Local Journalism Initiative Reporter
UPDATED with comments from Indigenous Services Canada: Dec. 22, 2022 at 11:35 a.m. (Alberta)
Tragedy five years ago that claimed the lives of a father and his four children on the Oneida Nation of the Thames in Ontario has the community insistent that the federal government work with them to meet their water needs.
On Dec. 15, the First Nation declared a state of emergency and ordered community members to start conserving water.
The water alert was issued after a member reported his tap water was coming out brown, consistent with a high iron content. An investigation indicated that the level of the aquifer from the Thames River that feeds into the Oneida water tower is low. The tower services 546 homes and 22 community buildings.
While the water department regularly monitors the aquifer, Councillor Brandon Doxtator says the low water level was a surprise and is an indication of the impact of climate change and extreme weather events.
“This isn’t usually consistent with what will happen in December. We would usually see something like this happen in the summertime when there’s high usage of water,” he said.
Over the last 10 years, water alerts have been issued on a consistent basis for one week or one month in the summer to address the low water.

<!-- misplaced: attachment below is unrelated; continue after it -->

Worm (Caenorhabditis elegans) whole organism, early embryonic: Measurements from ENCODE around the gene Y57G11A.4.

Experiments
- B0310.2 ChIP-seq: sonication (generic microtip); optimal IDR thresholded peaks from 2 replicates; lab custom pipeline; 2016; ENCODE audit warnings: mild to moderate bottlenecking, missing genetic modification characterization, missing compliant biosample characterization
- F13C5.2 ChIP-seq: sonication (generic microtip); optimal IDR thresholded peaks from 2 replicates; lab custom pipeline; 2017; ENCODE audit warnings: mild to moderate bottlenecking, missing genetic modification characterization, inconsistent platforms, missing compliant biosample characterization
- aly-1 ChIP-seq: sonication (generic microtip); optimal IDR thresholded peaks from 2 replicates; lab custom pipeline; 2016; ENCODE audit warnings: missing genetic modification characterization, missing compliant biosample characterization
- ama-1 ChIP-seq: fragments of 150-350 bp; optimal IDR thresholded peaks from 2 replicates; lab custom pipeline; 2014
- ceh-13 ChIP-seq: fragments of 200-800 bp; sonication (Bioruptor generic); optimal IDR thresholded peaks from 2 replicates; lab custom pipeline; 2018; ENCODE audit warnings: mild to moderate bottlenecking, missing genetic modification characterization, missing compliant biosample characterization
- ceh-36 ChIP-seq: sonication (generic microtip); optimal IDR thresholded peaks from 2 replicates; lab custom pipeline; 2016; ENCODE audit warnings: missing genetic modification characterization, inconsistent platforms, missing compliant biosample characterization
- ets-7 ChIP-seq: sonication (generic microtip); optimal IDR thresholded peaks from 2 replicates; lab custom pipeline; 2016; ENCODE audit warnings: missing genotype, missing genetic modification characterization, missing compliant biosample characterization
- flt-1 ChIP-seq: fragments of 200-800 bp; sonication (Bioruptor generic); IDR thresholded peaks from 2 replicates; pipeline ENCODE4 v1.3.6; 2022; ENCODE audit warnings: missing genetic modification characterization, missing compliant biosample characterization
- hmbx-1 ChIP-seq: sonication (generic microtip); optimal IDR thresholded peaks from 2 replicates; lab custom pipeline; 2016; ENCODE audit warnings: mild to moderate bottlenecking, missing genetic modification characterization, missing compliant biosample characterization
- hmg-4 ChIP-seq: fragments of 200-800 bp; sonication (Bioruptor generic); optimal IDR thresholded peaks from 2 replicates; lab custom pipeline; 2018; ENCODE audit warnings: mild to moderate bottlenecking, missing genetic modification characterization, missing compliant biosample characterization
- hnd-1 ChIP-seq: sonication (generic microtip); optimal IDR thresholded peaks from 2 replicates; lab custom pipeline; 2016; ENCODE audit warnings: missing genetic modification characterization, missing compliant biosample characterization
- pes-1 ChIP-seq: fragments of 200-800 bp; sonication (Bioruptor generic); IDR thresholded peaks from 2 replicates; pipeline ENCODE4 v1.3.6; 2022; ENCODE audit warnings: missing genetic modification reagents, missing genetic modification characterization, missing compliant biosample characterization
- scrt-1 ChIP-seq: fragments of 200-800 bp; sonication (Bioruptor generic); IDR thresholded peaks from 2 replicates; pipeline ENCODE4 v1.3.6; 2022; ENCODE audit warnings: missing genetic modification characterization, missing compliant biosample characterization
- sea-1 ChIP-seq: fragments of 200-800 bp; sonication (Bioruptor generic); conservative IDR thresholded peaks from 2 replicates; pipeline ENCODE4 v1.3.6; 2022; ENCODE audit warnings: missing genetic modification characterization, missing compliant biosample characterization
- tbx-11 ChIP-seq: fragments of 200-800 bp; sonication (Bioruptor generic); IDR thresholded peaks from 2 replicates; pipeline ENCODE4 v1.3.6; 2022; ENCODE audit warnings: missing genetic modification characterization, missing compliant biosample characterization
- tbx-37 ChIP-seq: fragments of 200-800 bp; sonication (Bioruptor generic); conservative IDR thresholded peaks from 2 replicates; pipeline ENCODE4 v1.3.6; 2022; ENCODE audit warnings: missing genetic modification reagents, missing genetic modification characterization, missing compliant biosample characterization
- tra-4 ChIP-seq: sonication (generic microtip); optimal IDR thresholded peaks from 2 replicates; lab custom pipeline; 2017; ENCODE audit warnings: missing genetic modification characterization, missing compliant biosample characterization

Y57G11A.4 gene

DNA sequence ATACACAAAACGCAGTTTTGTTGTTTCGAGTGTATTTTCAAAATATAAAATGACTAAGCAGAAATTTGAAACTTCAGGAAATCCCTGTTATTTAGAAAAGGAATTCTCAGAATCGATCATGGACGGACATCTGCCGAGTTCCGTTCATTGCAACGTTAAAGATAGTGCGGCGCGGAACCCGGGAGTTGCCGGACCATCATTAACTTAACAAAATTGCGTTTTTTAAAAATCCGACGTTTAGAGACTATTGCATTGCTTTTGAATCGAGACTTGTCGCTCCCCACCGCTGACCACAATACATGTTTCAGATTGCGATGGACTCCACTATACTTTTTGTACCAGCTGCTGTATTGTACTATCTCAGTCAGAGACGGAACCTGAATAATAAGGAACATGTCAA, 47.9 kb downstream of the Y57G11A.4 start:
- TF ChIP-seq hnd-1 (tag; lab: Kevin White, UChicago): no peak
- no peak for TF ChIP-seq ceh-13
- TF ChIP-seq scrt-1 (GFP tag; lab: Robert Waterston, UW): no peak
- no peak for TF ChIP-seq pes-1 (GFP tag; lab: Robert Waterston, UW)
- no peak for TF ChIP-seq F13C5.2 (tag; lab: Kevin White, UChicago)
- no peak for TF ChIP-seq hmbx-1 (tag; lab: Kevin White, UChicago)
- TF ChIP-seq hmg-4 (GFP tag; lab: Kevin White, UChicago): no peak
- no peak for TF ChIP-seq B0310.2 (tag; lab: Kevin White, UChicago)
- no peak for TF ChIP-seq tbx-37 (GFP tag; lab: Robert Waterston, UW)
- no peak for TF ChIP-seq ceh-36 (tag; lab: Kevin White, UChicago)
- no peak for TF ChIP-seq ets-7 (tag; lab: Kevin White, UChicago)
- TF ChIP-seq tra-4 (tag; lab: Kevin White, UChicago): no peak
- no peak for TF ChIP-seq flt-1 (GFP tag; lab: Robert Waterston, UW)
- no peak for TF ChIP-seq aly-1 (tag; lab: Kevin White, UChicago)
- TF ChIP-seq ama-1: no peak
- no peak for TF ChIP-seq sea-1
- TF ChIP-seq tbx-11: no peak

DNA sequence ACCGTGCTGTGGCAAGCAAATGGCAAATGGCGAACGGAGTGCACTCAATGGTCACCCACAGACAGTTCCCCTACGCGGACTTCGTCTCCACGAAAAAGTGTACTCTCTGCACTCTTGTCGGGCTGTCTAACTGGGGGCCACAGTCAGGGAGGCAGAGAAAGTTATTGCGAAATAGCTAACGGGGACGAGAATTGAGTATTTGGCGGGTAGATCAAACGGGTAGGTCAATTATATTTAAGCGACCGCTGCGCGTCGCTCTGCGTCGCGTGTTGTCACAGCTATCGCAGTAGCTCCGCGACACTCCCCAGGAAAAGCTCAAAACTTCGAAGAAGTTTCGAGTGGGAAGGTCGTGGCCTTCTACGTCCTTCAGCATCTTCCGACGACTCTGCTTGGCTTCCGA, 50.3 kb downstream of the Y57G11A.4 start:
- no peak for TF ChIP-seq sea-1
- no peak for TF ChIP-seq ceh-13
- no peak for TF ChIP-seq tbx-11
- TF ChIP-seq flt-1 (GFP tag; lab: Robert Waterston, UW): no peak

However, says Doxtator, water trucks have never been employed before.
In the week since the emergency was declared, 16 water trucks have been brought in to fill the water tower. Each load costs $20,000, he says.
“If we didn’t declare the emergency, we would potentially have no service for community members,” said Doxtator.
Water issues are long-standing for Oneida.
“We had a tragic fire in our community back in 2017 and the reason that the fire happened the way it did was because we didn’t have fire hydrants in the community. We only have them on two of our roads. So fire flow is really important for us, politically, for our community to push for,” said Doxtator.
However, Indigenous Services Canada (ISC) has refused to fund the work supported by a feasibility study begun in 2019. That solution proposed 12-inch pipelines to address fire flow, a substantial increase in fire hydrants, and a 20-year agreement with the Lake Huron Primary Water Supply System (LHPWSS).
ISC has “pushed back” with eight-inch pipelines, which don’t address fire flow concerns, and an eight-year agreement with the LHPWSS, says Doxtator.
ISC funds high-pressure piped water systems with fire flows where lot frontages average no more than 30 metres. However, frontages in rural portions of Oneida Nation exceed that distance, said ISC spokesperson Vincent Gauthier in an email response to Windspeaker.com after our original story went to press Dec. 21.
Further discussions with community leadership will include alternative options for ensuring adequate fire protections for rural areas of the community, he said, including improving existing fire protection services and/or entering into firefighting service agreements with neighbouring communities.